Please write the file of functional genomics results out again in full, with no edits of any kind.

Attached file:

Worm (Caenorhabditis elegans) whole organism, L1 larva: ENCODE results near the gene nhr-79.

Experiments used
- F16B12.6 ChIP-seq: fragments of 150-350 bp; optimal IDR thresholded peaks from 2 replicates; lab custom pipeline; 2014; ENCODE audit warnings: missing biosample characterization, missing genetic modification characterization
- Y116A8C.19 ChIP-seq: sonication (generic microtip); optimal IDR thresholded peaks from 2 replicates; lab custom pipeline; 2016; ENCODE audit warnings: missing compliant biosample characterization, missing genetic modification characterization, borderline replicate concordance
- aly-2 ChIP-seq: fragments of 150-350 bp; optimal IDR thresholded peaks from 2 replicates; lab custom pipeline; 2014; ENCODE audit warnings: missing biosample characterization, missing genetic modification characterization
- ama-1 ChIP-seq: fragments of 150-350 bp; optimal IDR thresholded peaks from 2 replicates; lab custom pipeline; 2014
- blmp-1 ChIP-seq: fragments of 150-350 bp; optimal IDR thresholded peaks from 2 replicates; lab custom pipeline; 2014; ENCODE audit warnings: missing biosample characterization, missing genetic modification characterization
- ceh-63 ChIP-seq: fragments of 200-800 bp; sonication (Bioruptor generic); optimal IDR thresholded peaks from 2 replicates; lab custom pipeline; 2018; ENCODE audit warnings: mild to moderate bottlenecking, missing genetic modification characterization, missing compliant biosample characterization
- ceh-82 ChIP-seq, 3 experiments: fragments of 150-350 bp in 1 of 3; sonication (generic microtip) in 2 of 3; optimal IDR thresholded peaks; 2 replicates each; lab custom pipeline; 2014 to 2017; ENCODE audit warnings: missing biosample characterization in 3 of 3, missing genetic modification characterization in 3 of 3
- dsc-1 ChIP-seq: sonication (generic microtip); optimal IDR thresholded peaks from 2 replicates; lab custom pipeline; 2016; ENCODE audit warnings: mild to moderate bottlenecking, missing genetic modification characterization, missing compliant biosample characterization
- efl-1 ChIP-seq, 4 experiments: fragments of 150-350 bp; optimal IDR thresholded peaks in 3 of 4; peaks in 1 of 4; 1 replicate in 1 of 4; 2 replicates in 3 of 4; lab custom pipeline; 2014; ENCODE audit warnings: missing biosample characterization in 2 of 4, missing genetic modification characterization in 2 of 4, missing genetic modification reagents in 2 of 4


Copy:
Worm (Caenorhabditis elegans) whole organism, L1 larva: ENCODE results near the gene nhr-79.

Experiments used
- F16B12.6 ChIP-seq: fragments of 150-350 bp; optimal IDR thresholded peaks from 2 replicates; lab custom pipeline; 2014; ENCODE audit warnings: missing biosample characterization, missing genetic modification characterization
- Y116A8C.19 ChIP-seq: sonication (generic microtip); optimal IDR thresholded peaks from 2 replicates; lab custom pipeline; 2016; ENCODE audit warnings: missing compliant biosample characterization, missing genetic modification characterization, borderline replicate concordance
- aly-2 ChIP-seq: fragments of 150-350 bp; optimal IDR thresholded peaks from 2 replicates; lab custom pipeline; 2014; ENCODE audit warnings: missing biosample characterization, missing genetic modification characterization
- ama-1 ChIP-seq: fragments of 150-350 bp; optimal IDR thresholded peaks from 2 replicates; lab custom pipeline; 2014
- blmp-1 ChIP-seq: fragments of 150-350 bp; optimal IDR thresholded peaks from 2 replicates; lab custom pipeline; 2014; ENCODE audit warnings: missing biosample characterization, missing genetic modification characterization
- ceh-63 ChIP-seq: fragments of 200-800 bp; sonication (Bioruptor generic); optimal IDR thresholded peaks from 2 replicates; lab custom pipeline; 2018; ENCODE audit warnings: mild to moderate bottlenecking, missing genetic modification characterization, missing compliant biosample characterization
- ceh-82 ChIP-seq, 3 experiments: fragments of 150-350 bp in 1 of 3; sonication (generic microtip) in 2 of 3; optimal IDR thresholded peaks; 2 replicates each; lab custom pipeline; 2014 to 2017; ENCODE audit warnings: missing biosample characterization in 3 of 3, missing genetic modification characterization in 3 of 3
- dsc-1 ChIP-seq: sonication (generic microtip); optimal IDR thresholded peaks from 2 replicates; lab custom pipeline; 2016; ENCODE audit warnings: mild to moderate bottlenecking, missing genetic modification characterization, missing compliant biosample characterization
- efl-1 ChIP-seq, 4 experiments: fragments of 150-350 bp; optimal IDR thresholded peaks in 3 of 4; peaks in 1 of 4; 1 replicate in 1 of 4; 2 replicates in 3 of 4; lab custom pipeline; 2014; ENCODE audit warnings: missing biosample characterization in 2 of 4, missing genetic modification characterization in 2 of 4, missing genetic modification reagents in 2 of 4